An upgraded architecture for Apple’s Home smart home system, one that would potentially make device-packed networks faster and more reliable, is coming back to iOS soon after a failed launch late last year.
Apple originally pushed a Home app update in iOS 16.2, one that, separate from the OS itself, offered “improved performance and reliability of the accessories in your home.” The upgrade required that every single Apple device connected to the home—iPhones, iPads, Apple Watches, MacBooks, HomePods, and Apple TVs—updates to the latest OS version or not have access. A number of people who clicked all those Settings icons and waited through reboots ended up with unresponsive devices, slow responses to commands and scene changes, and devices stuck in a “Configuring” stage.
Apple later pulled the Home architecture upgrade from 16.2, gave Home owners advice on how to regain control of their Home, and reportedly added the problems to an internal list of major hardware and software issues, seen by Apple, Apple Store, and Authorized Service Providers. The visual refresh given to the Home app was still in place, providing easier access to multiple devices and rooms from the home screen and adding widgets to the lock screen. But those who didn’t jump to upgrade (and complete it) were held back. Apple listed the “Upgrade to the new Home architecture” as “temporarily removed” but noted it would “return soon.”
“Soon” seems to be around the corner. MacRumors claims to have confirmed that the Home architecture upgrade will return in iOS 16.4, a beta of which could arrive as early as this week.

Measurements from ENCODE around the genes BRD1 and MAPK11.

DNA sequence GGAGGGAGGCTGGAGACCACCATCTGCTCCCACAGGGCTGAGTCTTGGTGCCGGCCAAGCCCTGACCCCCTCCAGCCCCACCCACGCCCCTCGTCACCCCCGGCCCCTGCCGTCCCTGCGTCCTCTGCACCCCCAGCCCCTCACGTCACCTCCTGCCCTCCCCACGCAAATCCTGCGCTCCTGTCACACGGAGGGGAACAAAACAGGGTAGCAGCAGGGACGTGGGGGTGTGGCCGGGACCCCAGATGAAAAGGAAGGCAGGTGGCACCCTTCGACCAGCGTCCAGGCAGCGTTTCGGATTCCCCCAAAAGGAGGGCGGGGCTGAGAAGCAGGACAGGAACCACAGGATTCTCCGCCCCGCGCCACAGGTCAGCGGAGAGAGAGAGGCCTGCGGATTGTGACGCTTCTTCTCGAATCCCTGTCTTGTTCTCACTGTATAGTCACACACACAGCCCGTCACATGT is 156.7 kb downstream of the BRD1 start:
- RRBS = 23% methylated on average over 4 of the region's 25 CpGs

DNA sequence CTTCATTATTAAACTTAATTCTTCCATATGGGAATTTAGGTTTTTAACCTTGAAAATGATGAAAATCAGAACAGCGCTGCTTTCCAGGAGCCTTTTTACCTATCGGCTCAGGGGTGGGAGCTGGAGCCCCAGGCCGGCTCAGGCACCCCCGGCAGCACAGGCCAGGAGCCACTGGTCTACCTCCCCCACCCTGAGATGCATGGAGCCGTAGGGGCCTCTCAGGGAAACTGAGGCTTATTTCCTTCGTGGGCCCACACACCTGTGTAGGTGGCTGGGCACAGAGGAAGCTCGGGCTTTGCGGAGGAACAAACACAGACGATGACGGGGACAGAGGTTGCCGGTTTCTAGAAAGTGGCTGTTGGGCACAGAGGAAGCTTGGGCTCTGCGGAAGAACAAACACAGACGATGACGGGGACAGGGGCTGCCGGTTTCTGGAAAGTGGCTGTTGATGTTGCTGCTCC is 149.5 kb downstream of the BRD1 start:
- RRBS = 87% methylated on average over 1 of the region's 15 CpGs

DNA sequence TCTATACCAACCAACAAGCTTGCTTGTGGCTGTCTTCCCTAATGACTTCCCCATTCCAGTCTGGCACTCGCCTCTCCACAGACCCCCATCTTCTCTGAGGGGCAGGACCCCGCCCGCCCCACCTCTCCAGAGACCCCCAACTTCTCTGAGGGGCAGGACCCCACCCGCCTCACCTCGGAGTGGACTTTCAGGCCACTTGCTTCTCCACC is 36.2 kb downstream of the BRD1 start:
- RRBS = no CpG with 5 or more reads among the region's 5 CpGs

Interestingly, part of the evidence, which MacRumors credits to Nicolás Álvarez, comes from the open GitHub code base of “Project CHIP,” i.e., the Matter smart home standard. Deep into the branch labeled “darwin” (the Unix core of iOS, MacOS, and other Apple systems), there is an “availability.yaml” file that seemingly sets which versions of the OS are required for accessing some part of Matter interoperability. Commits two weeks ago by “bzbarsky-apple” appeared to set iOS 16.4 as the version required for access to a number of APIs, along with macOS 13.3, tvOS 16.4, and watchOS 9.4.
Also notable is that Apple’s language around the architecture largely eschews “HomeKit” in favor of just “Home.” Given Apple’s buy-in to Matter and the origins of the release code, it suggests a general shift in branding and a larger underlying change to how Home manages and attaches devices to your network.
If the new Home architecture does arrive in iOS 16.4, iOS users can upgrade by opening the Home app, heading into the “More” section, then “Home Settings,” and selecting Software Update. Then you, and all of us, will see if it’s indeed “new, more reliable, and more efficient.”